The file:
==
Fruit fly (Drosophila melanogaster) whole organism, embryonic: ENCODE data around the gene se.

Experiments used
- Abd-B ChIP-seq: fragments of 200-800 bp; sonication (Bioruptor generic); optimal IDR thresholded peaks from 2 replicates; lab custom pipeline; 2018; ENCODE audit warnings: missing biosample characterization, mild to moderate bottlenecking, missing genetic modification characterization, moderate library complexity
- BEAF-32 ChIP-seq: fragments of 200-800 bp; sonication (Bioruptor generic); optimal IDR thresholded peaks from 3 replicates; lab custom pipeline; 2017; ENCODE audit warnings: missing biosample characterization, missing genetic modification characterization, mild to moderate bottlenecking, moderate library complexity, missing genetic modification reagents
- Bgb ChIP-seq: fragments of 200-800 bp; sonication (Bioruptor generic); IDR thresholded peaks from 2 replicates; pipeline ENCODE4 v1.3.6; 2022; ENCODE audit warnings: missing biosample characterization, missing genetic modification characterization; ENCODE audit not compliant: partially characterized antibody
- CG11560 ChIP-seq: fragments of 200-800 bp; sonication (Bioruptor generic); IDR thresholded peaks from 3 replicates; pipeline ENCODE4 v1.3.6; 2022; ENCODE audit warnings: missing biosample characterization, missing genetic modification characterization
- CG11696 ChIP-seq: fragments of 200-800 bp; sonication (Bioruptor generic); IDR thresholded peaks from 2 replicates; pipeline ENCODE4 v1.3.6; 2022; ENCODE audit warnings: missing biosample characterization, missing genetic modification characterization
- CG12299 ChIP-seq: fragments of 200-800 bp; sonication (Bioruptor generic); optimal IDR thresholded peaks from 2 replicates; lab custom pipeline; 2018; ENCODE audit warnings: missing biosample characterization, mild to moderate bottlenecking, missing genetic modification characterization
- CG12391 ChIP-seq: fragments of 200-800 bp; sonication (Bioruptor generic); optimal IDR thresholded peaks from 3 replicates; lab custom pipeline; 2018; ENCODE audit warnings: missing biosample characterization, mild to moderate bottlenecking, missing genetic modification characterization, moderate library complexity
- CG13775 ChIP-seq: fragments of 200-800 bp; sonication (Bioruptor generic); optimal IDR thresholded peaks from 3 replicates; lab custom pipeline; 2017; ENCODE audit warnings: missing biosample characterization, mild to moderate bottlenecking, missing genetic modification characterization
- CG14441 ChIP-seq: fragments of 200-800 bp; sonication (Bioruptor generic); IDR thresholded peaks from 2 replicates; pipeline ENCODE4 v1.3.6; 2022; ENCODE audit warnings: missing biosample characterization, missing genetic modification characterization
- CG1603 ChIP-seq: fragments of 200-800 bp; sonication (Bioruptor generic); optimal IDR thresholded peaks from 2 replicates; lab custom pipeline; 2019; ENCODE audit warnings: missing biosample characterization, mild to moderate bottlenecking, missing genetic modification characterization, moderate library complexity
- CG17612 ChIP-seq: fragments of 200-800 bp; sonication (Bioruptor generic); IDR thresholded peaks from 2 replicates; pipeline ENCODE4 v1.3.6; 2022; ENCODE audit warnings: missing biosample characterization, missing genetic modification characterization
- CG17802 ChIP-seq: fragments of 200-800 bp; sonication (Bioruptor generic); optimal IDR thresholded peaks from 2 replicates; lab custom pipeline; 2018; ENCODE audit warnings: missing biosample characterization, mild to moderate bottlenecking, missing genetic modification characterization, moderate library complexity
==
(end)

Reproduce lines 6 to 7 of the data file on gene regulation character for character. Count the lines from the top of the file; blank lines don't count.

- CG11560 ChIP-seq: fragments of 200-800 bp; sonication (Bioruptor generic); IDR thresholded peaks from 3 replicates; pipeline ENCODE4 v1.3.6; 2022; ENCODE audit warnings: missing biosample characterization, missing genetic modification characterization
- CG11696 ChIP-seq: fragments of 200-800 bp; sonication (Bioruptor generic); IDR thresholded peaks from 2 replicates; pipeline ENCODE4 v1.3.6; 2022; ENCODE audit warnings: missing biosample characterization, missing genetic modification characterization